to dismiss. See Phipps, 630 S.W.2d at 947.
Prior to the September 12, 2011 trial setting, Gupta filed an amended motion to dismiss
with an affidavit from Bolin. At the hearing on the amended motion to dismiss, Bolin testified
that, when Gupta lived next door to him, he would see Gupta every two or three days between
9:00 and 10:00 p.m. Even if Bolin had seen Gupta on the evening of November 20, 2009, Gupta
failed to establish how Bolinâs observations of Guptaâs condition between 9:00 and 10:00 p.m.
was relevant to whether Gupta was intoxicated hours later. Further, Bolin testified that, within a
matter of weeks of November 20, 2009, he would not have been able to recall if he had seen
Gupta on that day. Accordingly, even if Bolinâs testimony was material and relevant to the case,
Gupta failed to establish that evidence was lost due to the Stateâs delay.
Gupta next asserts he was prejudiced by the delay because his recollection of the events
on November 20, 2009 was vague due to the passage of time. Gupta specifically argues that his
inability to remember either statements he made to the police or cognitive ability tests he
performed impaired his ability to cross-examine the Stateâs witnesses.
recollection of a number of events on the night of November 20, 2009 was clear, possibly
throwing doubt on his claimed inability to recall other events. Further, he testified he suffered a
concussion that evening, providing an alternative explanation for his memory loss. It was the
trial courtâs role to resolve issues relating to Guptaâs credibility as to the events he testified he
could not recall and why he could not recall them. We must defer to that determination. See
Jones, 163 S.W.3d at 352 (trial court, as fact finder, makes credibility choice as to defendantâs
testimony about impaired memory). We conclude the trial court could have reasonably found
that Gupta was not prejudiced by his failure to recall some of the events of November 20, 2009.
See Munoz, 991 S.W.2d at 829 (defendant must show âlapses of memoryâ are in some way
âsignificant to the outcomeâ of case); Jones, 168 S.W.3d at 352 (defendantâs âself-serving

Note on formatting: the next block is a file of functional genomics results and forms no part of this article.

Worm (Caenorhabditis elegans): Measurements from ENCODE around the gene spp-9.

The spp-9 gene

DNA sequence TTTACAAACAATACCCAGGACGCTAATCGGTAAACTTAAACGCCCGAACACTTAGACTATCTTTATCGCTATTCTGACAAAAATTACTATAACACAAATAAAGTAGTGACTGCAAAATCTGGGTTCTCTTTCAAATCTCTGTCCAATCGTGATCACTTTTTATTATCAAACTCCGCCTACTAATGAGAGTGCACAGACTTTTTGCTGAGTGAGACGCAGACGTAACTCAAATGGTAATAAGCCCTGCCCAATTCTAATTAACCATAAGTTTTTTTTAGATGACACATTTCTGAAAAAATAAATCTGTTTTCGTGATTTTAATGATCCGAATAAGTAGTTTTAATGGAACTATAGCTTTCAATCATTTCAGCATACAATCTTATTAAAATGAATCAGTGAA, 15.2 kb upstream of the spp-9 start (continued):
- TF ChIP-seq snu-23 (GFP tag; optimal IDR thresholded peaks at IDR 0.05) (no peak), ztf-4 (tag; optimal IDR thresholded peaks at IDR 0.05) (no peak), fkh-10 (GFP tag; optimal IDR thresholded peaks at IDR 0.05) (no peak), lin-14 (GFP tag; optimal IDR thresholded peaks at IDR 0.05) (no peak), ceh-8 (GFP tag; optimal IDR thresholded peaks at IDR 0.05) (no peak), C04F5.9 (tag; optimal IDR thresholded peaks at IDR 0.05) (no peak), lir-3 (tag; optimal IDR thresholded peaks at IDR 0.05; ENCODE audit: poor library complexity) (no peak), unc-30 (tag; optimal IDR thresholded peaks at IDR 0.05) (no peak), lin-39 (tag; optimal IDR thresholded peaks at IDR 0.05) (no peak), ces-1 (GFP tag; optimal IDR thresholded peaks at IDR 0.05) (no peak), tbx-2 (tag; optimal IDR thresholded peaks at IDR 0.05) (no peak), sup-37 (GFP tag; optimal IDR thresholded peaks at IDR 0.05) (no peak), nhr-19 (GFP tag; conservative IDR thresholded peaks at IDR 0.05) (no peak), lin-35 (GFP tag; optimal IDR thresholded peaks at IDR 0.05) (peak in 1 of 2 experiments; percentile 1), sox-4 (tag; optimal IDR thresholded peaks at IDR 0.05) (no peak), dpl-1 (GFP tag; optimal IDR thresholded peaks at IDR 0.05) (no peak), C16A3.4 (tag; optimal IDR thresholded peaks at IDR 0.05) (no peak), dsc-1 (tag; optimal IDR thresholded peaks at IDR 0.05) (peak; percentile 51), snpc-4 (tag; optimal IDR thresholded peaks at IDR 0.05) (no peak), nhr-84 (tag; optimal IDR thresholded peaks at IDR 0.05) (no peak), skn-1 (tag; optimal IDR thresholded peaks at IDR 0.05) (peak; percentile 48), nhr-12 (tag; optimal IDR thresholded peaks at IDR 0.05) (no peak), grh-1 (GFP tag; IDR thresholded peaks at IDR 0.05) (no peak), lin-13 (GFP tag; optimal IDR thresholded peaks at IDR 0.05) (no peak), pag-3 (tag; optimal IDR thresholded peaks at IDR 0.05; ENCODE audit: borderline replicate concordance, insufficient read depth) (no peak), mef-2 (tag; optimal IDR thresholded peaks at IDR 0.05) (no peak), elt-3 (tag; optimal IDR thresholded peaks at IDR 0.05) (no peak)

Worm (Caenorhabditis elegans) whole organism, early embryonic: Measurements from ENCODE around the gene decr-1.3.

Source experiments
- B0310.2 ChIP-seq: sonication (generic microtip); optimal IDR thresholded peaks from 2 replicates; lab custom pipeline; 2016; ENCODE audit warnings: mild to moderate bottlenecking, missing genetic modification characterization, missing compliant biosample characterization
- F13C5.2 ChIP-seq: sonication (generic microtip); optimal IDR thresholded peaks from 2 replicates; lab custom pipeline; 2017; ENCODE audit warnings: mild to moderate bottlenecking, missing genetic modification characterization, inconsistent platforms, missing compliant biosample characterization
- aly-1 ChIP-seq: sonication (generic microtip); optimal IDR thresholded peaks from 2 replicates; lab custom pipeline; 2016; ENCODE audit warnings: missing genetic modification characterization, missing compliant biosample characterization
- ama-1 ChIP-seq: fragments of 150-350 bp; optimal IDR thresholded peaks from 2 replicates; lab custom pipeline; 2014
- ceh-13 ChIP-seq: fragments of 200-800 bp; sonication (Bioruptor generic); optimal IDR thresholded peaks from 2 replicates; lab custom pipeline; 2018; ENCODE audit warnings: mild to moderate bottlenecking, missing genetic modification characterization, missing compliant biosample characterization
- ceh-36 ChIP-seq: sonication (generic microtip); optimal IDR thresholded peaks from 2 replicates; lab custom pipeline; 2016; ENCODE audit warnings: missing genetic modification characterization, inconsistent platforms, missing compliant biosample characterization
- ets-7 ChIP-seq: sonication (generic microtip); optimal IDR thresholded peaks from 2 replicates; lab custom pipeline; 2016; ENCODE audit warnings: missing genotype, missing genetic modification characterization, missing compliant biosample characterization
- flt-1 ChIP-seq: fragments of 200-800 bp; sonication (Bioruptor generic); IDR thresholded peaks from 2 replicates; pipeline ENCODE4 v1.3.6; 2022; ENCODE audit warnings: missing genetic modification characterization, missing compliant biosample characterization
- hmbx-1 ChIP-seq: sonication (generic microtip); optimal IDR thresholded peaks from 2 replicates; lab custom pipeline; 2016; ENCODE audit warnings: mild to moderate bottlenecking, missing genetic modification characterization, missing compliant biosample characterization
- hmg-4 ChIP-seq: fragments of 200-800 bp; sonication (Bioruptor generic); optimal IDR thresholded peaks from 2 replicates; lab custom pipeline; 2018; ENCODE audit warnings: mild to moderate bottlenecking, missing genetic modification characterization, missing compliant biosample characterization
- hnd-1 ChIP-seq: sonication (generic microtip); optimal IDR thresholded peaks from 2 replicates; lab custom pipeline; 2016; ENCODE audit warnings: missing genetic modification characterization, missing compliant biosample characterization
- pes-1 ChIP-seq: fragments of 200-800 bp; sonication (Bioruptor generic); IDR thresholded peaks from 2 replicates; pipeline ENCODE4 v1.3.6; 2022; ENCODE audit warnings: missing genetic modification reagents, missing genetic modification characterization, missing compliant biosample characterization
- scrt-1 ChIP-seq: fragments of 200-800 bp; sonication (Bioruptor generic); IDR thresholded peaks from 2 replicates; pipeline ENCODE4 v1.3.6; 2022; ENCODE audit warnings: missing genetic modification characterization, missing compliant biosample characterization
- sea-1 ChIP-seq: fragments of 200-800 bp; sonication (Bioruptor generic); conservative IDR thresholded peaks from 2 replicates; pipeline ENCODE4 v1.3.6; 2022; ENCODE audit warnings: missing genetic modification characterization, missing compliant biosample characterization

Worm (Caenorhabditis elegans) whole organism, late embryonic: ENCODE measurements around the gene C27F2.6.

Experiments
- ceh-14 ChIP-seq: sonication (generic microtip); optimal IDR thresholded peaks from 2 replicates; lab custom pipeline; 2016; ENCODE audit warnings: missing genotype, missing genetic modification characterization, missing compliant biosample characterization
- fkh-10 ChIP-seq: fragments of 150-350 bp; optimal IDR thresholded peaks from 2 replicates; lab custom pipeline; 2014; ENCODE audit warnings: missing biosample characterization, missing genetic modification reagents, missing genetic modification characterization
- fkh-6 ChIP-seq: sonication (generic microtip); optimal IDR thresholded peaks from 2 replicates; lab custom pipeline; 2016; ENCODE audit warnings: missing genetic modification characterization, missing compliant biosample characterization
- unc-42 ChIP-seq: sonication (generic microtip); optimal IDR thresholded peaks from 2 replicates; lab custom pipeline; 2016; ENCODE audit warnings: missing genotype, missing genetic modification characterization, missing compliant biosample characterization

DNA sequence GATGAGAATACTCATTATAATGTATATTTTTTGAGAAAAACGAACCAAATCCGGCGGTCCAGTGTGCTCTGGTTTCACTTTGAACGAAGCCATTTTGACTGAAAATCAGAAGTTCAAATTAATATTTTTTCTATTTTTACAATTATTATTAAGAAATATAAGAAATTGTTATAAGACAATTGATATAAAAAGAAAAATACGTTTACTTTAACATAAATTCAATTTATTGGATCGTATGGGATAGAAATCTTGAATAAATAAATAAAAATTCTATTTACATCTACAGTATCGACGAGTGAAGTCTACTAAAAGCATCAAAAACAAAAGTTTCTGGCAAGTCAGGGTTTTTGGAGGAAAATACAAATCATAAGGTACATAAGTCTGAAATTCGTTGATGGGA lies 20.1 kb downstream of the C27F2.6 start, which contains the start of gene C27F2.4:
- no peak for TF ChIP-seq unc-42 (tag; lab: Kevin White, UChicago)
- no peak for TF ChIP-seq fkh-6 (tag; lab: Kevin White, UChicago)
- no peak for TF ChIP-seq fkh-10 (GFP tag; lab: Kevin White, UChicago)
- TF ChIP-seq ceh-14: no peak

testimonyâ about impaired memory does not establish âsome showing of prejudiceâ).
Gupta finally contends he was prejudiced by his inability to obtain the video recordings
from the police car and the liquor store. However, Gupta did not attempt to obtain either of these
recordings before June 2011. The video recording from the liquor store was kept for only thirty
days following November 20, 2009. Further, the parties stipulated that the video recording from
the police car was lost by February 25, 2010. Therefore, the delay by the State in serving the
warrant was not the cause of the loss of this evidence.
On this record, we cannot conclude Gupta established more than minimal prejudice from
the delay. See Munoz, 991 S.W.2d at 829. Accordingly, this factor weighs in favor of the State.
See Prihoda, 352 S.W.3d at 805.
Balancing the Four Factors
When we balance the Barker factors, we conclude they weigh against finding a violation
of Guptaâs right to a speedy trial. The approximately sixteen-month delay in this case and the
reason for the delay weigh slightly in favor of finding a violation. However, these factors are
outweighed by the two remaining factors. Guptaâs conduct indicated that, rather than a speedy
trial, he wanted no trial at all. Further, he failed to establish prejudice from the delay. Having
reviewed the four factors, we conclude the trial court did not err by denying Guptaâs requests the
case be dismissed due to a speedy trial violation.
We resolve Guptaâs sole issue against him and affirm the trial courtâs judgment.
/Robert M. Fillmore/
ROBERT M. FILLMORE
Do Not Publish
TEX. R. APP. P. 47
Court of Appeals
Fifth District of Texas at Dallas
SAMIR GUPTA, Appellant
On Appeal from the County Court at Law
No. 4, Collin County, Texas,
Trial Court Cause No. 004-81157-2010.
Opinion delivered by Justice Fillmore,
Justices OâNeill and Francis participating.
THE STATE OF TEXAS, Appellee
Based on the Courtâs opinion of this date, the judgment of the trial court is AFFIRMED.
Judgment entered this 9th day of August, 2013.
/Robert M. Fillmore/
ROBERT M. FILLMORE